A 53-mile pathway from Aberdeen to Fraserburgh and Peterhead has been unveiled at an official ceremony led by the Provost of Aberdeenshire.
Provost Jill Webster cut the ribbon for the Formartine and Buchan Way at Maud Station last Wednesday, September 25.
Children from Maud School planted primroses and Scottish bluebells at the museum to mark the special occasion.
The Maud and Strichen stretch of pathway, completed last year, was the final part of the route to be finished.
The path follows the route of the former railway line which linked up Buchan communities with Aberdeen.
Although the tracks were lifted in the late 1970s, the new project has opened the line to walkers, joggers, cyclists, dog owners and horse riders.
The opening ceremony attracted a large number of visitors including parents, local residents, council representatives, Mintlaw 50+ Walkers, Friends of Maud Railway Museum, Deer Community Council, Maud Village Trust, Maud Community Cafe and Fraserburgh Rotary Club.
Provost Webster said: “This is very much a community resource and it really emphasises that this is a facility for all ages and abilities to enjoy all year round.
“The 11 different sections will take you to a dozen towns and villages, all of which benefited from the railway in its heyday but which now benefit from a leisure pathway on their doorsteps.”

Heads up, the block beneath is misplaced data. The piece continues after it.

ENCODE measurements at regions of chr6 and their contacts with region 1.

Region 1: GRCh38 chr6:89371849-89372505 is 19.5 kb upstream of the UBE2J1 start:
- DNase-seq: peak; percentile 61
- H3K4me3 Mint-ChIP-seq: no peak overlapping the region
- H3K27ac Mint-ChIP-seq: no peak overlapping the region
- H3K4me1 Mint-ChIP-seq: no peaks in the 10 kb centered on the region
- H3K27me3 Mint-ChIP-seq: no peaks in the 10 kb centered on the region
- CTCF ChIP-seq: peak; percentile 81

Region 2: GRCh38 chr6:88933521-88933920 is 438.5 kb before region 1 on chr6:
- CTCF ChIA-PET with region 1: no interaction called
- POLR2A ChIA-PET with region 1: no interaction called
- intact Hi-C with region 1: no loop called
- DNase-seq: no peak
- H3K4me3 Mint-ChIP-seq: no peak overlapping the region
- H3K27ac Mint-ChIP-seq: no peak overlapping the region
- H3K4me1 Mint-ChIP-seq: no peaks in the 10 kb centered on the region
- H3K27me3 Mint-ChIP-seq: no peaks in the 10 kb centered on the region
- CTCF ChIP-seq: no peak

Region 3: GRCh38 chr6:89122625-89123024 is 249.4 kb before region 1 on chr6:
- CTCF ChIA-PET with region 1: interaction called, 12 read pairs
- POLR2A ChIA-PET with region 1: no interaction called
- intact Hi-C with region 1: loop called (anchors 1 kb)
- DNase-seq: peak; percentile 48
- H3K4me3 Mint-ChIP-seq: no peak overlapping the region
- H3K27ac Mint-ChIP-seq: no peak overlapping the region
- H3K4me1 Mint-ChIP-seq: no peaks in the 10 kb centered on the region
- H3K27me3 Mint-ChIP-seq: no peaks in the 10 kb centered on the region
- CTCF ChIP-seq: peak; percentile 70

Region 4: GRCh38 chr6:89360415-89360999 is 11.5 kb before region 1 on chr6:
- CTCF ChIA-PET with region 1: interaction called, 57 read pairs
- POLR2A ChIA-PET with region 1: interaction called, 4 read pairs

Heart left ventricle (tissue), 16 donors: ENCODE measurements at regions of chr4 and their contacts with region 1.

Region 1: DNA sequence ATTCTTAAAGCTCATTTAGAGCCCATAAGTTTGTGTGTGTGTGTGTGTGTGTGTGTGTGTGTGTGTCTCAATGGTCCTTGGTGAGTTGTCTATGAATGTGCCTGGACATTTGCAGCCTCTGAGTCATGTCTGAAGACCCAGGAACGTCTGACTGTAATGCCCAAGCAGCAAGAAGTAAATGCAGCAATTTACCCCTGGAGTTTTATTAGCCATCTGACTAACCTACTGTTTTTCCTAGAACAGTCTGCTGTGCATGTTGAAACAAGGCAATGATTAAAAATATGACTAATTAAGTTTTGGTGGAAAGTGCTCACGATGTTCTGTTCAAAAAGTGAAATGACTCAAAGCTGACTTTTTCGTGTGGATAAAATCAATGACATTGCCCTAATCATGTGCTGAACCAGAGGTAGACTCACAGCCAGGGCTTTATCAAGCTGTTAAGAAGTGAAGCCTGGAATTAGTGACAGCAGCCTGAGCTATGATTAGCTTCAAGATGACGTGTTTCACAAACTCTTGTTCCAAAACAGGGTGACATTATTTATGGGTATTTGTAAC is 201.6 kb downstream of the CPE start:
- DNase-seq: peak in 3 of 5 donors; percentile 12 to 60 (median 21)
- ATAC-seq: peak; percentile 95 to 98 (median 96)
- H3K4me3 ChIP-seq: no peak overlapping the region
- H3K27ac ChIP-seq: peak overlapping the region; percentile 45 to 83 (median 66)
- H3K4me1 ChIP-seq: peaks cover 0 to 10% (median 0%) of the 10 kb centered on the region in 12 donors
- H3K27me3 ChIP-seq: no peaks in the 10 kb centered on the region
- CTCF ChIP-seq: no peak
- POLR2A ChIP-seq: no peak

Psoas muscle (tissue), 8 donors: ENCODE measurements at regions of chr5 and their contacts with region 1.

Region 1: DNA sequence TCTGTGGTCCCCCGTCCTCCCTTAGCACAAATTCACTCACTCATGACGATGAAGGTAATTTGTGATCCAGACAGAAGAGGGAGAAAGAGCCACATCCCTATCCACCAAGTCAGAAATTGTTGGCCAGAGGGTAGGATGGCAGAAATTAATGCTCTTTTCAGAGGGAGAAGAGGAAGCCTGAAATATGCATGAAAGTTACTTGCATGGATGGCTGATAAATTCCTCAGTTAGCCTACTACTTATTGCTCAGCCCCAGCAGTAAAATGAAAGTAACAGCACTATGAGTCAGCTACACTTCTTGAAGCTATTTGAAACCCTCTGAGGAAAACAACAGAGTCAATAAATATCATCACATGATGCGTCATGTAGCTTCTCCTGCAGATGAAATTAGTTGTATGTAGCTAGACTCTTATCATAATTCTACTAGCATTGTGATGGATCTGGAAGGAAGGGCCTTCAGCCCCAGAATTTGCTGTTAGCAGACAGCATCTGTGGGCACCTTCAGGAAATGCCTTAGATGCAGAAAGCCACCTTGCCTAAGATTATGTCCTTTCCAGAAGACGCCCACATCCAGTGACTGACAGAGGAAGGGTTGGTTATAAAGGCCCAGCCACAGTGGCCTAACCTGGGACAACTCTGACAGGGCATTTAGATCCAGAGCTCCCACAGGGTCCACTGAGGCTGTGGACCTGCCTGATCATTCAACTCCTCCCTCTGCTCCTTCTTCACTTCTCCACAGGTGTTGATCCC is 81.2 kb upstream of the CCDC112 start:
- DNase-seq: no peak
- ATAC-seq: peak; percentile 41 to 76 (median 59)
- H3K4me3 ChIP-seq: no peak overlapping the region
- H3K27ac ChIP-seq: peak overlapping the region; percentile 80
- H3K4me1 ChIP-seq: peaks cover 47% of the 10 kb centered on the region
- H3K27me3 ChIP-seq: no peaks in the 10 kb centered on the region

One volunteer, Nigel Sawford, commented: “It’s put to good use. Otherwise it would have been all bulldozed down and there would have been no walkway, no station.
“This is a centre and focal point for people who walk. There are picnic tables and people can leave their bikes here.”
Representatives from the council where also present in Strichen to open the route there, with 19 children from Strichen School planting flowers for the occasion.
Organisations including Sustrans, Sports Council, Scottish National Heritage and most recently Aberdeenshire Council through the 100 day fund supported the development.
It is part of the wider Trek Aberdeenshire project which aims to make the North East a destination of choice for tourists who are interested in outdoor leisure activities.
The railway line was first built in 1861 and joined Dyce and Mintlaw. Branches from Maud to Peterhead and Maud to Fraserburgh were added before 1865.
Passengers services were stopped on the Buchan railway 100 hears later in 1965 and the tracks were finally lifted after freight services finished in 1979.
The Buchan Countryside Group reopened the route as a cycleway and path in 1987.
An open weekend will be held at Maud Railway Museum on Saturday, October 5, and Sunday, October 6, from 12noon to 4pm.